that's unfortunate, but at least the interest is there on both sides
red zone efficiency
We've all seen our offense's ridiculous red zone numbers (for a quick refresher, Michigan is 18/19 in the red zone with 17 touchdowns) and I wanted to see how that stacks up against the rest of the NCAA. I started here:
According to that, Michigan is 11th in red zone efficiency. But for anybody who knows football, we know that simply scoring when in the red zone is not the ultimate goal. If team A got 20 red zone chances and kicked 20 field goals while team B got 20 red zone chances and scored 15 touchdowns, I think we all realize that we'd rather be team B. Yet according to the above link, team A did better.
Those of you who pay attention to basketball eFG% know where I'm going with this, and I believe Brian has also touched on something along these lines. [Ed: Aye.]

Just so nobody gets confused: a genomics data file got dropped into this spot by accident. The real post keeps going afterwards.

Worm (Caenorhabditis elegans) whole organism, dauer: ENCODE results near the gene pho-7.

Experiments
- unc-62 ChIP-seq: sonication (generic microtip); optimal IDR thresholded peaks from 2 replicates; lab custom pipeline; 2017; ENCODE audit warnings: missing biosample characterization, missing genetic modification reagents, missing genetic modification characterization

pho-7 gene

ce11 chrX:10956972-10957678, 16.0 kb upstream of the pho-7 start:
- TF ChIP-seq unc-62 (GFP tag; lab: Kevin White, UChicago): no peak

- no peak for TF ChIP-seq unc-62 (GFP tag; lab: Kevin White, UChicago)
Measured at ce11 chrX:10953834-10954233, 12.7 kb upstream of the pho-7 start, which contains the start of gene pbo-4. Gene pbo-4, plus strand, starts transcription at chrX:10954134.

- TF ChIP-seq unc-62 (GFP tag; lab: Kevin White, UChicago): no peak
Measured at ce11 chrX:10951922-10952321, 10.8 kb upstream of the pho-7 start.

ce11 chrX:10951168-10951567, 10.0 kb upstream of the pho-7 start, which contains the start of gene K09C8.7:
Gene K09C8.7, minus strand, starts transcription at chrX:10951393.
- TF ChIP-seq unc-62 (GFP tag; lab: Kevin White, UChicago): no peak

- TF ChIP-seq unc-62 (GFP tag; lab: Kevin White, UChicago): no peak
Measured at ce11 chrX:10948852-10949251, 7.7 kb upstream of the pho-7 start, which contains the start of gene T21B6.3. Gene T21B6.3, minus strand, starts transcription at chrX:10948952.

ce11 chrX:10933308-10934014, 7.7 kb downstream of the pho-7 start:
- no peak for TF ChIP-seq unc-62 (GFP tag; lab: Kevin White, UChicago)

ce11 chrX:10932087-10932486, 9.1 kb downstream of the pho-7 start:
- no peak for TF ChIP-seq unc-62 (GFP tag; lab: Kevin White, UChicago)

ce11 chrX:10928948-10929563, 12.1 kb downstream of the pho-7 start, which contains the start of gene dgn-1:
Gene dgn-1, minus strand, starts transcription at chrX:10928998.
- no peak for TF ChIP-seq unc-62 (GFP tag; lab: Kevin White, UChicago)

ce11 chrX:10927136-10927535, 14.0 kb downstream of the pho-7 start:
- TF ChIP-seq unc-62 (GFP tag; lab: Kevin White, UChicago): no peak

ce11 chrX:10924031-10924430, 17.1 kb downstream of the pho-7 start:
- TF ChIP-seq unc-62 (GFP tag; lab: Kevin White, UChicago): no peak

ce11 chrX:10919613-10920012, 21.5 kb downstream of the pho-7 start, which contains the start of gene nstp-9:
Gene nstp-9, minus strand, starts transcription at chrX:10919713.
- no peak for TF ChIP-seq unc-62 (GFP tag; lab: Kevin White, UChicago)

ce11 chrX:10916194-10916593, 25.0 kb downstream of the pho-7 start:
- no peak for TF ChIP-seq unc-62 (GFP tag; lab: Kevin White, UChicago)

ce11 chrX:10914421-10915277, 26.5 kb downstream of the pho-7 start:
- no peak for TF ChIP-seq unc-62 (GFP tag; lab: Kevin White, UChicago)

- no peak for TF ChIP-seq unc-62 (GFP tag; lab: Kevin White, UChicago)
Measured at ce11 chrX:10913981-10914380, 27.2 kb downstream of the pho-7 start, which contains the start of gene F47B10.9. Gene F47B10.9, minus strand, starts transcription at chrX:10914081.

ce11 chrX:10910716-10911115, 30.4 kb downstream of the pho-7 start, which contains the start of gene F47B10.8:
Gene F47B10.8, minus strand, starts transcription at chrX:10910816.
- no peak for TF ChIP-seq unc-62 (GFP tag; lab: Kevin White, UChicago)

Here's how things play out if you weight red zone scores (7 for a TD and 3 for a FG). Weighted Efficiency is (7*TD + 3*FG)/(7*RZ):
|Rank||Name||Gm||Red Zone||Scores||FG||TD||Weighted Efficiency|
Shown are the top 20 teams along with the Big Ten (including Nebraska) and Notre Dame. I find this pretty interesting because not only can we hit the home run w/ Denard breaking a long run or hitting a receiver deep, but we're also extremely efficient when we get near the goal line.
Disclaimer: I have to admit to a bit of subjective criteria -- if you weight a TD as six points rather than seven, Michigan comes in second behind East Carolina.